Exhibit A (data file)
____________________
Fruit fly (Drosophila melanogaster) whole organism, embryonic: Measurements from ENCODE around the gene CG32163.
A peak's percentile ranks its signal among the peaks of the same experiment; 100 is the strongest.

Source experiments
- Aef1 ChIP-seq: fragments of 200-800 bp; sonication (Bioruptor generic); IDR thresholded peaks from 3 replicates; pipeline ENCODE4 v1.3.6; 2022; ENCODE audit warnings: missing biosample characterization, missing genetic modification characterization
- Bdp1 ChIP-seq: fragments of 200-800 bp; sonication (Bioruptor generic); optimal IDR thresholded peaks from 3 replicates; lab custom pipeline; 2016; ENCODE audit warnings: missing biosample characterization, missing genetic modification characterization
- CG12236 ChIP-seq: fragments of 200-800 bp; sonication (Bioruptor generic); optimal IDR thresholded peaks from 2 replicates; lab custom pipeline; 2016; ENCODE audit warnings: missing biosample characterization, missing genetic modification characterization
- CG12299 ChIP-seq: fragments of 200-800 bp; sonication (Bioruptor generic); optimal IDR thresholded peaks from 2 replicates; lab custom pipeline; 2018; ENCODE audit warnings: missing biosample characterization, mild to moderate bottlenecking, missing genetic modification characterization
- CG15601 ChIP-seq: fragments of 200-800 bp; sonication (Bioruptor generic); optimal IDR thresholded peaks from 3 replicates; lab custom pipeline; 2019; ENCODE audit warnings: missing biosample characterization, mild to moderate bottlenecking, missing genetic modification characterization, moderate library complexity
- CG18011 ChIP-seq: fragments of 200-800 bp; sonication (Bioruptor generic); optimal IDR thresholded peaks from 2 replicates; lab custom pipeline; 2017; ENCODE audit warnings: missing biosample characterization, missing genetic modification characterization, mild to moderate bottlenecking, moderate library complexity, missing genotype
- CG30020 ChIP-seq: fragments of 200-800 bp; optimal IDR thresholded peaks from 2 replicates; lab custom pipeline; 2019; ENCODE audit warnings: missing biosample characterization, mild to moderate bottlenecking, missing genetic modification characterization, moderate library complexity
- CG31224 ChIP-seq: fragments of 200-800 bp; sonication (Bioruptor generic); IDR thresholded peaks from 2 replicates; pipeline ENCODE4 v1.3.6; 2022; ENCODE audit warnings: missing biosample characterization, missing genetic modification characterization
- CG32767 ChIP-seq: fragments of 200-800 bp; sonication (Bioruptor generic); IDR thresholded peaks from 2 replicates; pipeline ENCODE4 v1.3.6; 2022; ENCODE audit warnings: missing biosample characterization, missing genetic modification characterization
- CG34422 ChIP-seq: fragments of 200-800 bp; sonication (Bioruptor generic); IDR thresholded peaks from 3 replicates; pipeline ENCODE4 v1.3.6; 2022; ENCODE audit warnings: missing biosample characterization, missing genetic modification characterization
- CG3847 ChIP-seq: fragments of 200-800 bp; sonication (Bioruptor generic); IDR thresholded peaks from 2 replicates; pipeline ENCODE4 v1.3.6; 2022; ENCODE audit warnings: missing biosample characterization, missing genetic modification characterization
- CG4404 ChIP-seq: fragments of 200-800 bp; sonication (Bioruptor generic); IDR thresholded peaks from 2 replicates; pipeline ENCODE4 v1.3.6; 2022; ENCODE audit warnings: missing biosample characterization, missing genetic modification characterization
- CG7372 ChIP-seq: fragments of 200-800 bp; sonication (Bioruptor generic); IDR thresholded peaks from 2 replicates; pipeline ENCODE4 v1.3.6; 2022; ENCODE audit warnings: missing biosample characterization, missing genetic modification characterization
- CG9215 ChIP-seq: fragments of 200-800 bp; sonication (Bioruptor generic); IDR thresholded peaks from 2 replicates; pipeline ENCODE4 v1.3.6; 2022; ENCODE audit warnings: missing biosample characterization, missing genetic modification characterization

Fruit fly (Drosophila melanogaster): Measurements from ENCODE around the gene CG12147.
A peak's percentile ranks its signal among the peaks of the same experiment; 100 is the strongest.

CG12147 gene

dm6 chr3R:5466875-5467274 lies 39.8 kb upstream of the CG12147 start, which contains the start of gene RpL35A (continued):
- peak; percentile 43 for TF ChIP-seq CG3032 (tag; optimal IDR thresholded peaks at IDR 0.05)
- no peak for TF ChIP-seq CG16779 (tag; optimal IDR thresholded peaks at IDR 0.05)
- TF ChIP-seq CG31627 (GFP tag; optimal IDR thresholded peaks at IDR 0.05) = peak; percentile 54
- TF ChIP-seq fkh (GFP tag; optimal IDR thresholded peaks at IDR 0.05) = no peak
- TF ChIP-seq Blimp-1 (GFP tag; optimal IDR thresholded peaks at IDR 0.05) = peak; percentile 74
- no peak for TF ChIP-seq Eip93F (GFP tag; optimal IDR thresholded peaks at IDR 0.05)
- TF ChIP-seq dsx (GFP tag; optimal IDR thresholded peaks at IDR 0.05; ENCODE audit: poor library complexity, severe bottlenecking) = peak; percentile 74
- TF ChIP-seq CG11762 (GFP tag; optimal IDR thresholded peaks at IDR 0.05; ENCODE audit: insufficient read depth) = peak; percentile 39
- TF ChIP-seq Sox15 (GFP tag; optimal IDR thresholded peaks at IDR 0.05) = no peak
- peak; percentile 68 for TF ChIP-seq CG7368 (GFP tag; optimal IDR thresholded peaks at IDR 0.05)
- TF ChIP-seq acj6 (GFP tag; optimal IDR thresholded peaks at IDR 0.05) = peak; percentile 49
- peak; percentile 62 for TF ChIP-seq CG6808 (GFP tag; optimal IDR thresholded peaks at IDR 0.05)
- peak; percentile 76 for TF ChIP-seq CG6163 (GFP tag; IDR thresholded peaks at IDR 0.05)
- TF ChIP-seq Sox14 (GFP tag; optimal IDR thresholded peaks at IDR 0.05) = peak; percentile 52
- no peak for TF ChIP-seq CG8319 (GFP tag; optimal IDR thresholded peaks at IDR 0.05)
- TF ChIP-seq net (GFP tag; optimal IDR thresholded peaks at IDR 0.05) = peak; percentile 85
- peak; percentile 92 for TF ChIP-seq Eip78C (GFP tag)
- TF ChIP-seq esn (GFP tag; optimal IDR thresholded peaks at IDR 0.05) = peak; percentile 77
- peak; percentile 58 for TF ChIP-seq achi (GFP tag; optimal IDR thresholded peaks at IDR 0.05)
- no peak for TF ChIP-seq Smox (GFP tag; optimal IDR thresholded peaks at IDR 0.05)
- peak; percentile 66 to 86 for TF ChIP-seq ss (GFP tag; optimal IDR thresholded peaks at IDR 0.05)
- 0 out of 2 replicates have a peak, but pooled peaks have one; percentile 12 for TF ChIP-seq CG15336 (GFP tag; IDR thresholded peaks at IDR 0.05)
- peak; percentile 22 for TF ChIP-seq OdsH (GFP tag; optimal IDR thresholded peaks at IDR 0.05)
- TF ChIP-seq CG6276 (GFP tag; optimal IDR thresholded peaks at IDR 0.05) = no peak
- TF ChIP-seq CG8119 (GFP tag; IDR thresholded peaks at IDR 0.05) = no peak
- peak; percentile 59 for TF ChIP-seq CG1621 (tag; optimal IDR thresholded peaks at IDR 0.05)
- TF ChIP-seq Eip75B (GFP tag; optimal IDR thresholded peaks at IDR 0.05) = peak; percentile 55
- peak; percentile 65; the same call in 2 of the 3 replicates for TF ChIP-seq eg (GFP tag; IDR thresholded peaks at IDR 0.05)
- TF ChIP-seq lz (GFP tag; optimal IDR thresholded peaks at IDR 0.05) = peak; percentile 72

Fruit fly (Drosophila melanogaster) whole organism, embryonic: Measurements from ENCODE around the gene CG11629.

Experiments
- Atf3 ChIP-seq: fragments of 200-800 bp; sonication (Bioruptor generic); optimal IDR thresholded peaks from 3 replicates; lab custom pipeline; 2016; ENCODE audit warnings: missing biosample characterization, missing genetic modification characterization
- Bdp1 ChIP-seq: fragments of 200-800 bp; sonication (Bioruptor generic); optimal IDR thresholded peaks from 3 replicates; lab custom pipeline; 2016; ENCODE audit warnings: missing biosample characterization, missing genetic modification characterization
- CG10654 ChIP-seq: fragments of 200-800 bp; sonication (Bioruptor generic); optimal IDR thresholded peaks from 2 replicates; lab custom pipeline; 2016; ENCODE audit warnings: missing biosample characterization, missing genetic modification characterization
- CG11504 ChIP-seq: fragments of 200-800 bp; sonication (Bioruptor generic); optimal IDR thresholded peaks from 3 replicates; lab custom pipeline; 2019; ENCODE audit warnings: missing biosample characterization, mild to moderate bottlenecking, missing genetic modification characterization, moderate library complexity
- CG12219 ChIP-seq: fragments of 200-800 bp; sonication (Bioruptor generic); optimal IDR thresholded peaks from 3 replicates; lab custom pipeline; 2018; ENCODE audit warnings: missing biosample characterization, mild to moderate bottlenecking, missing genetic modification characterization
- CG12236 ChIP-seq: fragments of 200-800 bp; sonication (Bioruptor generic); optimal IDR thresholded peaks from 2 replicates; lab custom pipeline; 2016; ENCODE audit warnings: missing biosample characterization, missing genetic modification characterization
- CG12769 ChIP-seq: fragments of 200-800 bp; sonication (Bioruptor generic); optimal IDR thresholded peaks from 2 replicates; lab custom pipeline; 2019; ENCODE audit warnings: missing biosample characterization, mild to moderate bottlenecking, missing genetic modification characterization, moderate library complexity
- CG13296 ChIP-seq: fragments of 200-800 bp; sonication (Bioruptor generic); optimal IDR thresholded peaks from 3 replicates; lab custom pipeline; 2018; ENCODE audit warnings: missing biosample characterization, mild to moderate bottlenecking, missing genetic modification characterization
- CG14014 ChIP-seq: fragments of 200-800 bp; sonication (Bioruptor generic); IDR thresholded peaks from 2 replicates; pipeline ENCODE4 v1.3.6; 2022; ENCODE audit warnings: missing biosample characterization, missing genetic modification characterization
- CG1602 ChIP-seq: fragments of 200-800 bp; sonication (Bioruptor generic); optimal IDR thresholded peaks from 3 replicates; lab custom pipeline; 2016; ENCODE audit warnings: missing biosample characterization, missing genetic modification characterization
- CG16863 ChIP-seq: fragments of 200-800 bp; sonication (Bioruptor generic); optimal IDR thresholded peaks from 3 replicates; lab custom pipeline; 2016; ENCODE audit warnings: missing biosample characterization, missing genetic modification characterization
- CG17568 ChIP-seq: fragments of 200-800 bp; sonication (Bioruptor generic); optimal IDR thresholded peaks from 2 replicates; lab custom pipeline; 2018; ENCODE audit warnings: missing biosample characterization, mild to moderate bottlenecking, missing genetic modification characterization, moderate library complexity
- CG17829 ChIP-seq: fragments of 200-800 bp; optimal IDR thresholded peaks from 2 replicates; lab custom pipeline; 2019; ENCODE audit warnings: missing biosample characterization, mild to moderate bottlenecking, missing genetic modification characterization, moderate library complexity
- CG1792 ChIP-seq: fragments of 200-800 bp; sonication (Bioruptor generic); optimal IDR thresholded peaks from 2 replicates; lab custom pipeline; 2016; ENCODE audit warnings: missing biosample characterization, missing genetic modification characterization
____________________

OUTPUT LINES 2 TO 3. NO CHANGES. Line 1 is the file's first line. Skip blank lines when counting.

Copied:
A peak's percentile ranks its signal among the peaks of the same experiment; 100 is the strongest.

Source experiments